True Crime: The Brutal Stories Women Love


Image by Adobe Stock

From an early age, little girls are told horror stories from their mothers about the dark parts of the world outside the arms of their parents. Curfews and safety classes are taken so eventually those little girls can protect themselves against monsters, worse than the ones underneath their beds. Ironically, it’s these same women, who have prepared to protect themselves against these monsters, who read about them the most. 

    It’s a bit odd, considering men are statistically the perpetrators in violent acts, while the women are their victims. In fact, the Statista Research Department reported that in 2020, there were 8,977 male murder offenders- 7 times the number of female murderers in that year. Anyone would think a fascination with true crime would be more fitting for a killer, making it more appealing to men. However, a study reported by the Illinois News Bureau found that according to psychology professor R. Christ Fraley, “…women were more likely than men to choose the true crime book versus the war or gang violence book.” On top of that, 70% of book reviews on Amazon for the true crime genre were written by women. 

    One of the most popular theories as to why these recounting of cases catch the eyes of women, is that it stems from survival instinct. If these women can read these stories, they may learn from them. Therefore should it happen to them, they may have a higher likelihood of escaping the situation. As stated by the National Coalition Against Domestic Violence, or NCADV, 94% of all murder-suicide victims are female. Moreover, a woman is killed by a member of her family every 11 minutes; and 1 in 4 women have become a victim of severe physical abuse by an intimate partner in their lifespan. If women can’t feel safe with their partners or their family, they may look to true crime stories to validate their fears and to ready themselves for the possibility that those fears may come to life.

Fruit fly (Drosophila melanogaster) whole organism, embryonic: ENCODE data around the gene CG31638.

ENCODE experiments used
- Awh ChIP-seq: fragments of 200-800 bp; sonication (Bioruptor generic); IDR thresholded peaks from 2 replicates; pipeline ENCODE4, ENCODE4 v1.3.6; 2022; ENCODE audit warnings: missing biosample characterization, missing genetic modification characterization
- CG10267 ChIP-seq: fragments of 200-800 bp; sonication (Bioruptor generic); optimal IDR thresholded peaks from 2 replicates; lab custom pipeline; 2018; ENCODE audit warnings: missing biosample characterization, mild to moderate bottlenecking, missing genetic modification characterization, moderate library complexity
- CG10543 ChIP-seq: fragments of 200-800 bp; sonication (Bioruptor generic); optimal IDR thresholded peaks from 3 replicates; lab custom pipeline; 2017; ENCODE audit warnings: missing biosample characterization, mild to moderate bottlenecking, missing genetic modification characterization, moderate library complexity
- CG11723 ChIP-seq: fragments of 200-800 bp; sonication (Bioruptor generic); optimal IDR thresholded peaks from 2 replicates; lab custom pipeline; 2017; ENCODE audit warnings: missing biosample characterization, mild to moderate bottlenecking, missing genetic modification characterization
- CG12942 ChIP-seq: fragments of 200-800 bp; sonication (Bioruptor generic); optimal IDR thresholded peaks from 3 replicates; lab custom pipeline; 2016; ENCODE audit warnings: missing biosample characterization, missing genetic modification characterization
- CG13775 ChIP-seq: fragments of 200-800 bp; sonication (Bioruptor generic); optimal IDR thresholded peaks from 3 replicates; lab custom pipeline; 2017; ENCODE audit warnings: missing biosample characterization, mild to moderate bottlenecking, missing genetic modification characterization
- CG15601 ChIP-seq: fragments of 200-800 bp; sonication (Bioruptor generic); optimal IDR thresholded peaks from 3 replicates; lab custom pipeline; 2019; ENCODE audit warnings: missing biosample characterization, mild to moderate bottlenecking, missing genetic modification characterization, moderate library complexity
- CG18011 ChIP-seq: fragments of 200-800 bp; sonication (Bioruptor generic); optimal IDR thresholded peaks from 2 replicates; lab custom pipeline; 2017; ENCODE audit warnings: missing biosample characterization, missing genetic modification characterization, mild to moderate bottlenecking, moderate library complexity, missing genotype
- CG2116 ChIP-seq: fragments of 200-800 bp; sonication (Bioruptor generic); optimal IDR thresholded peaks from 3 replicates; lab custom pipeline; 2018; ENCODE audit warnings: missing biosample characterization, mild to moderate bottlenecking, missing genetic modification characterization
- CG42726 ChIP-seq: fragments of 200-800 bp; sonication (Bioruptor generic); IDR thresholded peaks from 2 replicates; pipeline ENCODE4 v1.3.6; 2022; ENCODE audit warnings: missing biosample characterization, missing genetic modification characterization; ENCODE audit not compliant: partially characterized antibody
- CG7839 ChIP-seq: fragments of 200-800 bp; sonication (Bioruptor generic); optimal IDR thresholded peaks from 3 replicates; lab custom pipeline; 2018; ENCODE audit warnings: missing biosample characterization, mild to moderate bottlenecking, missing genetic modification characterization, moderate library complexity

An alternate theory, one that is often overlooked, is that women read true crime as if it is a work of fiction. At the end of a New York Times article by Kate Tuttle, she claims that “… in the best true crime there’s a quality of the fairy tale or fable.” Some of these women could be reading, listening to or watching true crime with the perspective that it is so unfathomable that it could happen to themselves or anyone else. It becomes cruelly entertaining and captivating. On the other hand, some women may perfectly grasp the reality of it, and thrive off of the fact that it is not happening to them, as they sit comfortably in the safety of their own homes. 

  There are many reasons as to why women adore true crime, including security, anxiety confirmation, entertainment or even dark fascination. After all, the stories are almost like an outlet to try and understand the twisted minds of others. It’s probably for the best to stop investigating this phenomenon and allow women to enjoy their interests.